Get dirty, have fun and grow more food with great gardening tips from real-life gardeners.
If you have access to downed hardwood logs and a tractor, this is a super easy raised bed design. At House in the Woods Farm in Maryland, we grow beautiful herb gardens in these raised beds.
Using the tractor, Phil dragged fallen hardwood logs from the woods. They were old, sitting in the woods for a long time already, but the hardwood lasts a really really long time. Phil cut the logs to size, a rectangle six feet by ten feet is nice, or a square. Then he brought a few scoops of compost in the tractor bucket and dumped it into the bed. A little raking and you are good to go!
Phil dumped compost with the front end loader right into the bed, but use what you’ve got. If you are making a soil blend from purchased materials, add 2 to 1 peat to compost or topsoil.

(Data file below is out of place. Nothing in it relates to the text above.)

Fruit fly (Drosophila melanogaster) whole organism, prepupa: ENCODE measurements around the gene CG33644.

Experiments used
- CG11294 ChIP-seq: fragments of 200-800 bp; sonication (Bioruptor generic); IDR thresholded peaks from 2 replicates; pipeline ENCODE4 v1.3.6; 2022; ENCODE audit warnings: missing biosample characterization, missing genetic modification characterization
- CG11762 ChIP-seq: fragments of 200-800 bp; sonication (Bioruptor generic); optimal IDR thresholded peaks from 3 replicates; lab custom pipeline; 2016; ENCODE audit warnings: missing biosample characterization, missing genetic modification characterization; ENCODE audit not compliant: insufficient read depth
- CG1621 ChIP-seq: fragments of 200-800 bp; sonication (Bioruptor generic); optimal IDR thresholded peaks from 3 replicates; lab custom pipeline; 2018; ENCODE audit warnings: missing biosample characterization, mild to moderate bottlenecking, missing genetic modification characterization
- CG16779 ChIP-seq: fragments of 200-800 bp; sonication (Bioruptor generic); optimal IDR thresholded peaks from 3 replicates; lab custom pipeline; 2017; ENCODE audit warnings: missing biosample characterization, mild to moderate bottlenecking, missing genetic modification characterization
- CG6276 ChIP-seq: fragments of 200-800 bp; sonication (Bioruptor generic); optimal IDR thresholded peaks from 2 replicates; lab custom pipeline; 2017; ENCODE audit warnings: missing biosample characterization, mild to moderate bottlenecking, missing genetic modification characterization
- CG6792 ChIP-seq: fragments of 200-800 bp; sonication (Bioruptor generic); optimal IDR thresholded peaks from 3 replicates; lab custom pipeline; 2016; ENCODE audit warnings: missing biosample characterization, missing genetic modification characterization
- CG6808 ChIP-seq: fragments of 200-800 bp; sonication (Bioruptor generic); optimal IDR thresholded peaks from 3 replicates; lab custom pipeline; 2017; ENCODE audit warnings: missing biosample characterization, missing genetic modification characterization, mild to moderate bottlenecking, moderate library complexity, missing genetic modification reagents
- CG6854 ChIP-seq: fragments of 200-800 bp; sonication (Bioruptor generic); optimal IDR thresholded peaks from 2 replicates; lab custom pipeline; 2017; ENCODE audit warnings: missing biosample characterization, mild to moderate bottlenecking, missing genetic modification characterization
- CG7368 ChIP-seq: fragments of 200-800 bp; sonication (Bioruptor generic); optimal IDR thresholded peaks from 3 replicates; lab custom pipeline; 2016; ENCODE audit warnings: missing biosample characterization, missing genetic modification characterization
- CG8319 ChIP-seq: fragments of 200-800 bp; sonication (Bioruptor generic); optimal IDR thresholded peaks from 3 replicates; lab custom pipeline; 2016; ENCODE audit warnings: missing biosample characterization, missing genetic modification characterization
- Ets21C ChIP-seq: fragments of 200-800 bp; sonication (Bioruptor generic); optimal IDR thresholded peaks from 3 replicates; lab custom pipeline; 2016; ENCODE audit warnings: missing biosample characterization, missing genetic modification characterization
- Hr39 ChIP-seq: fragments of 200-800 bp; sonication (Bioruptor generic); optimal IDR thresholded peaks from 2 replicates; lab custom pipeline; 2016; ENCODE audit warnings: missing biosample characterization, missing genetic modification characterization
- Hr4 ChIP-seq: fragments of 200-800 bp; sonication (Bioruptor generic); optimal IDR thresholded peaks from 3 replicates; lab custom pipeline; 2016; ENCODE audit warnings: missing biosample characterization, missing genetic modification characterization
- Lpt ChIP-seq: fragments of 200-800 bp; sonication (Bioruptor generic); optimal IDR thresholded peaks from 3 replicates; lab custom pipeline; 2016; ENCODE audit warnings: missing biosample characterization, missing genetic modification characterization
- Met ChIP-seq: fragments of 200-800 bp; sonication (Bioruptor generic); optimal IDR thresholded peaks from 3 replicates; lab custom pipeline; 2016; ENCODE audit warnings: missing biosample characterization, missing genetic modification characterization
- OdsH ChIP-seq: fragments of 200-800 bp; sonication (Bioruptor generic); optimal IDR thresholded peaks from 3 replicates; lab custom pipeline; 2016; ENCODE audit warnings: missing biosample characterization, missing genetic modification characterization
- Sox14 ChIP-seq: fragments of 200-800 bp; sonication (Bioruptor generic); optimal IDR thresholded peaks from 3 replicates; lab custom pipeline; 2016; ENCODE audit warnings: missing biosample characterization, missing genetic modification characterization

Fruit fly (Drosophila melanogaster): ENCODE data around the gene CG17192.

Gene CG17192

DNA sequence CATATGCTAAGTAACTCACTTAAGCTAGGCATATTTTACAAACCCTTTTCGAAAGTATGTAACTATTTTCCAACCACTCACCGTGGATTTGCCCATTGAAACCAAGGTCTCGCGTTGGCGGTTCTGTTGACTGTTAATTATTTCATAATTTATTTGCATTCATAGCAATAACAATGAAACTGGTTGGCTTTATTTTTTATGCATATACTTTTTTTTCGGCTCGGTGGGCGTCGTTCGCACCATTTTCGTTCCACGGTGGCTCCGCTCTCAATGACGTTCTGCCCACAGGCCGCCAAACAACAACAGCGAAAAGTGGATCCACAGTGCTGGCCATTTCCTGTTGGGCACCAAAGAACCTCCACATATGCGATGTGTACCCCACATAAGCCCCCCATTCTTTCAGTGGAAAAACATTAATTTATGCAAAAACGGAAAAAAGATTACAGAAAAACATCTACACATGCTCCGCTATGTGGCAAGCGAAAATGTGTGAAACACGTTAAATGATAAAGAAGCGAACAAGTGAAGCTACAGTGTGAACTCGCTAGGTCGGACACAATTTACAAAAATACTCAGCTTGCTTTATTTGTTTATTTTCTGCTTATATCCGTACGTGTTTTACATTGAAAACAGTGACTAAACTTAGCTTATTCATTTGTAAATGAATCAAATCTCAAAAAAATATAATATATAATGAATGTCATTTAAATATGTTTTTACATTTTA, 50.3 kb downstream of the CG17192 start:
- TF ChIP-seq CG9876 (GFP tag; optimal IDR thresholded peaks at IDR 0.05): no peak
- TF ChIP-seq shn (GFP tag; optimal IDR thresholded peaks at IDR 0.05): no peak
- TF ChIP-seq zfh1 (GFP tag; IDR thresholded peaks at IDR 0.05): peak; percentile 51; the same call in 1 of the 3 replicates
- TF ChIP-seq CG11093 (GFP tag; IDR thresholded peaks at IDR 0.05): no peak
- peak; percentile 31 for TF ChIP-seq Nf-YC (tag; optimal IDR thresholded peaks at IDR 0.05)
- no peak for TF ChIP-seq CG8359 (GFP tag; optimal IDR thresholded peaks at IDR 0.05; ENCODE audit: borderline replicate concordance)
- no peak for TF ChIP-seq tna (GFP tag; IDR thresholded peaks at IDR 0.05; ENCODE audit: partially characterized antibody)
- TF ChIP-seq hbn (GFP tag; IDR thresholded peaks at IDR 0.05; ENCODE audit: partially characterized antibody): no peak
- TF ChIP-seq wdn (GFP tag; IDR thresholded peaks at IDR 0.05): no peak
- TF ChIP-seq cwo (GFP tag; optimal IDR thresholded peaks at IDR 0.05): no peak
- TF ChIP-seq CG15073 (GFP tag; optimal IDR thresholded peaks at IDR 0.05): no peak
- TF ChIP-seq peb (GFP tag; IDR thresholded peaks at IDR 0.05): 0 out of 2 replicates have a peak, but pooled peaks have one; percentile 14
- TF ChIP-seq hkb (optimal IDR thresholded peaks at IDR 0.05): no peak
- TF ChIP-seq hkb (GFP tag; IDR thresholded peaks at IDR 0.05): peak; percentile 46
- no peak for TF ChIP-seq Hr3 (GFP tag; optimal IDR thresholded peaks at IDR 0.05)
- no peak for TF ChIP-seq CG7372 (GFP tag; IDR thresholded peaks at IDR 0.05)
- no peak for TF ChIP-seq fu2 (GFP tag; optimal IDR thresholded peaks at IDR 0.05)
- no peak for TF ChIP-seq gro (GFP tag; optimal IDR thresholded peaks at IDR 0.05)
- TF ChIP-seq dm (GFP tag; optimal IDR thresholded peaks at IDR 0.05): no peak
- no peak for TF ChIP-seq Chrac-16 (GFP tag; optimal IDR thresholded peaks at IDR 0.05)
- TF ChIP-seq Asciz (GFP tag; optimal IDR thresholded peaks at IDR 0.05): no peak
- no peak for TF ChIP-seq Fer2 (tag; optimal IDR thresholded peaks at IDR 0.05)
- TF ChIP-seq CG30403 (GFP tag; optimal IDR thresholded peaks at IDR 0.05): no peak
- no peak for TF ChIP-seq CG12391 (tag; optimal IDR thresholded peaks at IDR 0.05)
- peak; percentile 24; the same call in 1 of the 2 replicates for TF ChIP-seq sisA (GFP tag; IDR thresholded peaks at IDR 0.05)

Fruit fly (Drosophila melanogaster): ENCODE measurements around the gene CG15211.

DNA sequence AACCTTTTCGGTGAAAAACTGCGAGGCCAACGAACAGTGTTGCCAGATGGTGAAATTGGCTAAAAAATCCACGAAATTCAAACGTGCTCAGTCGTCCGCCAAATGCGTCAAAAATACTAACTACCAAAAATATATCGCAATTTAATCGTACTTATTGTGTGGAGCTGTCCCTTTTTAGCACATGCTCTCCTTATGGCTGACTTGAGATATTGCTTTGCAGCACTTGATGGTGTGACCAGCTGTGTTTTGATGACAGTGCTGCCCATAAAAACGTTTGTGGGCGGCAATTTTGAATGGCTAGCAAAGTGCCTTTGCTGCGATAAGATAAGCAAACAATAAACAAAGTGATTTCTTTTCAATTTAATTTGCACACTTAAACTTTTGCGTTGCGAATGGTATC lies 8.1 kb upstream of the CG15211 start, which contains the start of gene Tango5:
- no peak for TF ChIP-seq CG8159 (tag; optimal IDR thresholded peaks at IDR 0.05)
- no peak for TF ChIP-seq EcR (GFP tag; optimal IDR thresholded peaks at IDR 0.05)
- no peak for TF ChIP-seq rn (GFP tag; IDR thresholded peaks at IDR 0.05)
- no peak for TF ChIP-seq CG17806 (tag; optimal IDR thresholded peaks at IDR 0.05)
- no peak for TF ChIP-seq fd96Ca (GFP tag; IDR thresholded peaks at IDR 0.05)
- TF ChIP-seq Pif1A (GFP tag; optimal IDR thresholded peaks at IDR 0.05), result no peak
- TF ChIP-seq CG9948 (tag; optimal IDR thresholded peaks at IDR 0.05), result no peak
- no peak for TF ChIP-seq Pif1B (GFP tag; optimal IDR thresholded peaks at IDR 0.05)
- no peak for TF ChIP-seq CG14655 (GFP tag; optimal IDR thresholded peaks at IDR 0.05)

We used black locust and maple hardwood, but white oak would work too. Tulip poplar would rot too quickly.
We didn't worry about the grass underneath our bed. Our bed was deep enough to keep them from emerging. If your logs do not create a very deep bed and you think weeds could come through, a layer of newspaper could do an ounce of prevention. Layer newspaper on the ground before filling the bed with soil.
Our log has some hollow spots. Our farm volunteer, Denise, filled the holes with soil and planted Creeping Thyme in them. The thyme patches look lovely and add interest to the frame.
Thank you to Denise Corte, who plants and maintains these herb beds on our farm.
Photos by Ilene White Freedman
Ilene White Freedman operates House in the Woods organic CSA farm with her husband, Phil, in Frederick, Maryland. The Freedmans are one of six 2013 Mother Earth News Homesteaders of the Year. Ilene blogs about making things from scratch, putting up the harvest, gardening and farm life at MOTHER EARTH NEWS and the House in the Woods blog, easy to follow from our Facebook Page. For more about the farm, go to House in the Woods website.
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